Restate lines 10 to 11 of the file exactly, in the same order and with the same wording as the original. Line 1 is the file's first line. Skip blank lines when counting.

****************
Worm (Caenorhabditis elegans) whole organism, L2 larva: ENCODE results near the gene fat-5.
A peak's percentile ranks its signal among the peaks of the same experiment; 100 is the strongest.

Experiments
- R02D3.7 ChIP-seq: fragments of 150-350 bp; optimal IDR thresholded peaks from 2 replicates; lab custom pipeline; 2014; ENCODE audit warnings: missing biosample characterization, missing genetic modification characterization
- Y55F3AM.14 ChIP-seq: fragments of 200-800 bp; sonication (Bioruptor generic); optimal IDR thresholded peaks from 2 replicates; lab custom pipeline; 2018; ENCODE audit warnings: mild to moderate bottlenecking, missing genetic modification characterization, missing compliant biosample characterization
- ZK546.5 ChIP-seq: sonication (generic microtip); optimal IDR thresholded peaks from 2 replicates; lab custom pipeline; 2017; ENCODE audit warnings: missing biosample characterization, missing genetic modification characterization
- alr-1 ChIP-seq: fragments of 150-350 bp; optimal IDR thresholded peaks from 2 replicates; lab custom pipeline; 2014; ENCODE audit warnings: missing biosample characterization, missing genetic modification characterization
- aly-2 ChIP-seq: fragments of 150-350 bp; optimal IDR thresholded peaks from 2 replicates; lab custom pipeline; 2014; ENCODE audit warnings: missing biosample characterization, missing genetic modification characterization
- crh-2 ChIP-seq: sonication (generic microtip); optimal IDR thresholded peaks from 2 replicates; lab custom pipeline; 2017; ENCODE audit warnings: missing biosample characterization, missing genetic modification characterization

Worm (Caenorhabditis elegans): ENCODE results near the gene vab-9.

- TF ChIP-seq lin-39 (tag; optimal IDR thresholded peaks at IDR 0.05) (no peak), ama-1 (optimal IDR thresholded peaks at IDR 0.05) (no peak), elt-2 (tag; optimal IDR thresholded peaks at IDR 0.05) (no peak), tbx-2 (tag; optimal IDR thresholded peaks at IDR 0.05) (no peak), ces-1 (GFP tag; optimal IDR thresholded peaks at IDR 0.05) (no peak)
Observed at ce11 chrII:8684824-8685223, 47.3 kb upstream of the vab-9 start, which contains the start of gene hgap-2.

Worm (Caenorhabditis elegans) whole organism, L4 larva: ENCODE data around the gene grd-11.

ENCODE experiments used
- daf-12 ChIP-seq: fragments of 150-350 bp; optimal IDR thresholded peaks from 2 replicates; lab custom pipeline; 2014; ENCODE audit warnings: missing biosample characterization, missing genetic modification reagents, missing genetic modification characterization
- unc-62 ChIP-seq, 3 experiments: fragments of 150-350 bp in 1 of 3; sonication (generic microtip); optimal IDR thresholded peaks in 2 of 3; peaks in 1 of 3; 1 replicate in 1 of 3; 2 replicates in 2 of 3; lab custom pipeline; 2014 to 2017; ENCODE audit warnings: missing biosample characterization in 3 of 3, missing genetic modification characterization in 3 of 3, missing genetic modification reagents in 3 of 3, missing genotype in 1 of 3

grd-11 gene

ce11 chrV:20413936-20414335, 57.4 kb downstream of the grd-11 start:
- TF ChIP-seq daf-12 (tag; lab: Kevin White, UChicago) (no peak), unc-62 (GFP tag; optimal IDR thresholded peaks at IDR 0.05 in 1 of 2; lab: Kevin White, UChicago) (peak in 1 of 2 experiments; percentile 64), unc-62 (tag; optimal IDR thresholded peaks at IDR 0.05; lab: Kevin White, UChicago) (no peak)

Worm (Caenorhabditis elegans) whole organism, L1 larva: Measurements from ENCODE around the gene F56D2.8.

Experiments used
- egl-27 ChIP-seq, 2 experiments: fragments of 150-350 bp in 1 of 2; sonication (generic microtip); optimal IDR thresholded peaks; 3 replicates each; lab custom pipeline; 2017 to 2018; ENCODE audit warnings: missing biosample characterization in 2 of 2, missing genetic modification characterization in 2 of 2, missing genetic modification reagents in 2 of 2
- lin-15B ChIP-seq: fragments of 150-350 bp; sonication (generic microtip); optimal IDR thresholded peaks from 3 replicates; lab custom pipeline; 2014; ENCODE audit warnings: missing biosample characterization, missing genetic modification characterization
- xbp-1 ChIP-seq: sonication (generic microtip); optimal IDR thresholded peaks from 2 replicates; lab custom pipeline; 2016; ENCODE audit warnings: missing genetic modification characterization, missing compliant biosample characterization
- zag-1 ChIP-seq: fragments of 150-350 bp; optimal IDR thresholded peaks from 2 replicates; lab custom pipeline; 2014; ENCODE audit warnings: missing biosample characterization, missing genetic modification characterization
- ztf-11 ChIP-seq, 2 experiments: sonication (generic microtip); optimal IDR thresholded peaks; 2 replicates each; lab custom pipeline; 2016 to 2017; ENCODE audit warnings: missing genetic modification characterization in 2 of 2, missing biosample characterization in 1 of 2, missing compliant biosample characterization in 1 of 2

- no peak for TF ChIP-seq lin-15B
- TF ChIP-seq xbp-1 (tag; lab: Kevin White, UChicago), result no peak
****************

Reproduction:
Worm (Caenorhabditis elegans): ENCODE results near the gene vab-9.

- TF ChIP-seq lin-39 (tag; optimal IDR thresholded peaks at IDR 0.05) (no peak), ama-1 (optimal IDR thresholded peaks at IDR 0.05) (no peak), elt-2 (tag; optimal IDR thresholded peaks at IDR 0.05) (no peak), tbx-2 (tag; optimal IDR thresholded peaks at IDR 0.05) (no peak), ces-1 (GFP tag; optimal IDR thresholded peaks at IDR 0.05) (no peak)